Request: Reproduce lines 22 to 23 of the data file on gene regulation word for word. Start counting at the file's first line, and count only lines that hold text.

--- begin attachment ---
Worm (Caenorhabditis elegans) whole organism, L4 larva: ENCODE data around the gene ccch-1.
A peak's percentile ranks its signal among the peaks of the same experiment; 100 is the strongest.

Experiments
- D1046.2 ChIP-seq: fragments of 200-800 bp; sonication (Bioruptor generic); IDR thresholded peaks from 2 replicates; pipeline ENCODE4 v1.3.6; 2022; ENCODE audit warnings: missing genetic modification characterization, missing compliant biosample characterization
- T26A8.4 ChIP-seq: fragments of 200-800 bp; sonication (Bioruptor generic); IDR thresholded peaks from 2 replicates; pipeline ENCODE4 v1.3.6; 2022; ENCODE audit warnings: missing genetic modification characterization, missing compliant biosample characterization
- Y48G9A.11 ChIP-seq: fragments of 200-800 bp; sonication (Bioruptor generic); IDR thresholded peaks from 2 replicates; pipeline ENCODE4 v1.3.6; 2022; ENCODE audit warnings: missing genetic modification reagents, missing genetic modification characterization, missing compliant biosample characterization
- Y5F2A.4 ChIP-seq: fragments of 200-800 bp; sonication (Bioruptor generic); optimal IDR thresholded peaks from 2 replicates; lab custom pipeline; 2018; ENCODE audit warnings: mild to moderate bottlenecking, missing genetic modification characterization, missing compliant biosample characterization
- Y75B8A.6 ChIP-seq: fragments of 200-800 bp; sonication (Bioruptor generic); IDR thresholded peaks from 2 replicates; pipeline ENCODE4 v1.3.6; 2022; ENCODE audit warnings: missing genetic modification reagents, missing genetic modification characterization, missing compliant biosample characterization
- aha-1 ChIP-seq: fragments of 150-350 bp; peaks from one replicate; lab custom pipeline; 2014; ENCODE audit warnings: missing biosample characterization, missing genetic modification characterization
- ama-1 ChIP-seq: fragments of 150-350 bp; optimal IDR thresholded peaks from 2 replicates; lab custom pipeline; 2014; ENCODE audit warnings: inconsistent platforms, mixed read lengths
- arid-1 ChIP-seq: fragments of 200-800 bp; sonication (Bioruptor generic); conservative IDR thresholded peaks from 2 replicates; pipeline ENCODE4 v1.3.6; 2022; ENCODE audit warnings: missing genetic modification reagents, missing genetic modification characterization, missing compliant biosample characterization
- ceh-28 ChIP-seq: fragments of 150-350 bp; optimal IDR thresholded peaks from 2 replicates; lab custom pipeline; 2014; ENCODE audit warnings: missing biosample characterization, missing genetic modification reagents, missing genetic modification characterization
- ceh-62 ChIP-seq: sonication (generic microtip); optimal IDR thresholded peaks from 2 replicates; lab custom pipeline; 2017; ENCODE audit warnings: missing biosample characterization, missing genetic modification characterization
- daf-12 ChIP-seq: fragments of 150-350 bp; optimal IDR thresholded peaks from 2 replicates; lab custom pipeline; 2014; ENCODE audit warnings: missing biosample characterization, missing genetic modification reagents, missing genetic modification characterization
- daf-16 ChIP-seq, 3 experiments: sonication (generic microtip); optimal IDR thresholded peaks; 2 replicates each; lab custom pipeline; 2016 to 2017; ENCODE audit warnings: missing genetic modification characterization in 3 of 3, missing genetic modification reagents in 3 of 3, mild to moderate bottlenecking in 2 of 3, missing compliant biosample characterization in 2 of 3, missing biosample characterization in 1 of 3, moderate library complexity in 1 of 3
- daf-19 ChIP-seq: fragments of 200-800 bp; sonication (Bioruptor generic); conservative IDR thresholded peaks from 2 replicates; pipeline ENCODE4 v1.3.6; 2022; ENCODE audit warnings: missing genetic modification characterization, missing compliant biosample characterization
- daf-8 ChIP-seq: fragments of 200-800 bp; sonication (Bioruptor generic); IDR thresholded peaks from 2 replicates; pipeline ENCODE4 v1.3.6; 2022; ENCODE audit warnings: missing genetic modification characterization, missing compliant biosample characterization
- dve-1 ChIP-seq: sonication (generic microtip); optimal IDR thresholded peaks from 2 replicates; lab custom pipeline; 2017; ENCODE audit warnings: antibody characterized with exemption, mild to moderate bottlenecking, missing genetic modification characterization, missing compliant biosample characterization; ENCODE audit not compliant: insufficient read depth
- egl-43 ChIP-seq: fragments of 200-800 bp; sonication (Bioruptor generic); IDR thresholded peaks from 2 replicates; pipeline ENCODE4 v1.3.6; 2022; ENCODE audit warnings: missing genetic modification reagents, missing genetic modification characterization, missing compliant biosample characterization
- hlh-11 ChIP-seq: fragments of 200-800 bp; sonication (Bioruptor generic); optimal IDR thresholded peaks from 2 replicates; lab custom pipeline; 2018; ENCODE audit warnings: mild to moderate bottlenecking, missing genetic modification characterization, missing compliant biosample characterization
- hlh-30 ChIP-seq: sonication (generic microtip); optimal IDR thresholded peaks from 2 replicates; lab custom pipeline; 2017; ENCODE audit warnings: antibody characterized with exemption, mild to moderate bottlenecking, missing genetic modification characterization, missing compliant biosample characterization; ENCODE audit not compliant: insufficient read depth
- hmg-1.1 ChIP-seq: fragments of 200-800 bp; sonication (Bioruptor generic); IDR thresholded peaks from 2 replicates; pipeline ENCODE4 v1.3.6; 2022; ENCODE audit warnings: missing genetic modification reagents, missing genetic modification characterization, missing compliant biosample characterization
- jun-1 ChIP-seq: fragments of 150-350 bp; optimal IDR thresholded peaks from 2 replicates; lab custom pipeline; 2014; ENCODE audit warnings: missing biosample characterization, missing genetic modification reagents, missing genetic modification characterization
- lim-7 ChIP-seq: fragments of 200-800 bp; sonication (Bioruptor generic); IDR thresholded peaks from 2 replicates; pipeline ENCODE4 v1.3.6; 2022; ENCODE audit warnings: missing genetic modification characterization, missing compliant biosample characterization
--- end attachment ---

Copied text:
- hmg-1.1 ChIP-seq: fragments of 200-800 bp; sonication (Bioruptor generic); IDR thresholded peaks from 2 replicates; pipeline ENCODE4 v1.3.6; 2022; ENCODE audit warnings: missing genetic modification reagents, missing genetic modification characterization, missing compliant biosample characterization
- jun-1 ChIP-seq: fragments of 150-350 bp; optimal IDR thresholded peaks from 2 replicates; lab custom pipeline; 2014; ENCODE audit warnings: missing biosample characterization, missing genetic modification reagents, missing genetic modification characterization